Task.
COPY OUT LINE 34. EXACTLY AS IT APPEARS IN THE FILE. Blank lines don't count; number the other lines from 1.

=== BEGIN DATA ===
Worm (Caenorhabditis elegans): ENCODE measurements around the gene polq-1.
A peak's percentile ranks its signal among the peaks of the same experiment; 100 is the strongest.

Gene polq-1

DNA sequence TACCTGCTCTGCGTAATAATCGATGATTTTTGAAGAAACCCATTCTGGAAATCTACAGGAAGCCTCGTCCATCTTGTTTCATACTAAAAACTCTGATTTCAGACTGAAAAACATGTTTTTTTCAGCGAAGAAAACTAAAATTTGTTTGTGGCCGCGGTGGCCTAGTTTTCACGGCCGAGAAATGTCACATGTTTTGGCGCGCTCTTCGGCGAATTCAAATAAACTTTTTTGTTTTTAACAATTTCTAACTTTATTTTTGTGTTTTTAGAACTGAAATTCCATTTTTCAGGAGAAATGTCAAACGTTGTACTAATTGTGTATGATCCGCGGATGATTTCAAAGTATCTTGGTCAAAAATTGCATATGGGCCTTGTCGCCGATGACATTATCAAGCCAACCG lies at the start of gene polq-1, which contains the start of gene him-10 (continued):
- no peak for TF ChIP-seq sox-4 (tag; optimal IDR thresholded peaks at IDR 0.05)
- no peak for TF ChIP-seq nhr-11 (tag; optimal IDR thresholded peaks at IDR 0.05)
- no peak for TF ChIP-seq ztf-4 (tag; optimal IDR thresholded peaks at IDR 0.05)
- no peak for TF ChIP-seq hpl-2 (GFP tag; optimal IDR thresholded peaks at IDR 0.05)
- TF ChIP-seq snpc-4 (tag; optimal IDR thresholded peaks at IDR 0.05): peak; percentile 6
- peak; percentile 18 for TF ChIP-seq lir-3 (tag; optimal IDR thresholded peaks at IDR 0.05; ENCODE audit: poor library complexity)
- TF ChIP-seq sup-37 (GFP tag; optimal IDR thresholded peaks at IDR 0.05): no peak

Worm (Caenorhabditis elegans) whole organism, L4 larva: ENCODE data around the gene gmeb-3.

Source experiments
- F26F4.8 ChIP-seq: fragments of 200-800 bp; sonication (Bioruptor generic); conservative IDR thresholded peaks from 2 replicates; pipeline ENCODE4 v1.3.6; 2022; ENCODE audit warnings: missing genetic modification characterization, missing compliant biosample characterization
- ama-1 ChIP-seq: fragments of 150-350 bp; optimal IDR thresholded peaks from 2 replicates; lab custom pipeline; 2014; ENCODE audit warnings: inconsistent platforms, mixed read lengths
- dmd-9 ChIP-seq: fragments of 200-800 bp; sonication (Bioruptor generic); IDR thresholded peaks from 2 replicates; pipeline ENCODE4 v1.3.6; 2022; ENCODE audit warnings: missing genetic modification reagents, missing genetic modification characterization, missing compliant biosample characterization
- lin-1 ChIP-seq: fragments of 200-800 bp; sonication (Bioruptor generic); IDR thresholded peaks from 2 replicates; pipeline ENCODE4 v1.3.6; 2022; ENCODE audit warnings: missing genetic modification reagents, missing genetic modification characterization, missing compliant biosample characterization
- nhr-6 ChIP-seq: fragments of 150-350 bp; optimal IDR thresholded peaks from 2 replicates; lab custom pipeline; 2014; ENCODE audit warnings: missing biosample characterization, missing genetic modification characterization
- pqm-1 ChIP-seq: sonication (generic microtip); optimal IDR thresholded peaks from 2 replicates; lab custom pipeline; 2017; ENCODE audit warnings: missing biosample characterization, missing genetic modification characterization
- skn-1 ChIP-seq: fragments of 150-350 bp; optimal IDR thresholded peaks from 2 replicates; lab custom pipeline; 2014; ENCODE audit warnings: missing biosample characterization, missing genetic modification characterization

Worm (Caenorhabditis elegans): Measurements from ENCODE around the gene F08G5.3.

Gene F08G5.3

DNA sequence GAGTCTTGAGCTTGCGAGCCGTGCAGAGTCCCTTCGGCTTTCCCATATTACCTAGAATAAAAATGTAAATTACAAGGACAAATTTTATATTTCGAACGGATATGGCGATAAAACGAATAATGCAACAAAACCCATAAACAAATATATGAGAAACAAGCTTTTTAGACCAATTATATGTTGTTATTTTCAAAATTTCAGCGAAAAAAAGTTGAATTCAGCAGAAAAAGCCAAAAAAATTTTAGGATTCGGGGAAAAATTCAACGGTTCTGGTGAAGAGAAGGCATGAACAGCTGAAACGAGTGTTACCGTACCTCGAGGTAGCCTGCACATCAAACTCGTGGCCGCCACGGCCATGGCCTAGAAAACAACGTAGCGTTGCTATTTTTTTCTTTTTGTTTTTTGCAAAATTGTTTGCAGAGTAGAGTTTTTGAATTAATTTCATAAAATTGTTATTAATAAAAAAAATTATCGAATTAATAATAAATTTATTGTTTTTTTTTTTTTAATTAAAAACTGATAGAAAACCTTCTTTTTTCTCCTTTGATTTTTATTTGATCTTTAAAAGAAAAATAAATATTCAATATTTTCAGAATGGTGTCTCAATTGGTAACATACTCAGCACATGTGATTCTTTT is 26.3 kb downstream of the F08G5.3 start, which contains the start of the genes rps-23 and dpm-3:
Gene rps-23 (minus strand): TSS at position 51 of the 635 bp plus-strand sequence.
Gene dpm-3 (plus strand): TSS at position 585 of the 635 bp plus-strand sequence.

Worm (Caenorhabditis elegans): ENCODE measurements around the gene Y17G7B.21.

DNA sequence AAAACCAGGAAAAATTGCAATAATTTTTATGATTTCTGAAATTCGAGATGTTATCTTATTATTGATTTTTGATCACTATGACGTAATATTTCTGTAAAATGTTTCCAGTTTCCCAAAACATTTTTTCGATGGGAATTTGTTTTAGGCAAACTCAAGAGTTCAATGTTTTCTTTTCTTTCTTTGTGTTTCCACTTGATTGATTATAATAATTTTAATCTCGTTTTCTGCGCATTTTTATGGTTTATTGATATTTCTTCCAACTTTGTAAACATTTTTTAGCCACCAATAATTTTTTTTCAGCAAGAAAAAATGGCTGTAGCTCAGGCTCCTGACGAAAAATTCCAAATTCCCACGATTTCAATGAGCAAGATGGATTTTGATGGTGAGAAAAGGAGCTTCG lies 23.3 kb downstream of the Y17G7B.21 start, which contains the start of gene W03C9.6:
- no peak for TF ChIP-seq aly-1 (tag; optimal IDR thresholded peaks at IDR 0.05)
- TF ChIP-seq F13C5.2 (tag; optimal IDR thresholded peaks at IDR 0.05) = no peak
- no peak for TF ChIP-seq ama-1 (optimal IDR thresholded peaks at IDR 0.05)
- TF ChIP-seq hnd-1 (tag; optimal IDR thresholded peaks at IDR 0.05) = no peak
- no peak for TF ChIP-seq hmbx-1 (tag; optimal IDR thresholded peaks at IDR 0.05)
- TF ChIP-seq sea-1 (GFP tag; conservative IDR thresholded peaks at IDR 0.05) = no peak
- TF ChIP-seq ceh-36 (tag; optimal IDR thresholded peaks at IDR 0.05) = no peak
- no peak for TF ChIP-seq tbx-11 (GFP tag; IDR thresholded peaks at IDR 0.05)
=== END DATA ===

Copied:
- TF ChIP-seq ceh-36 (tag; optimal IDR thresholded peaks at IDR 0.05) = no peak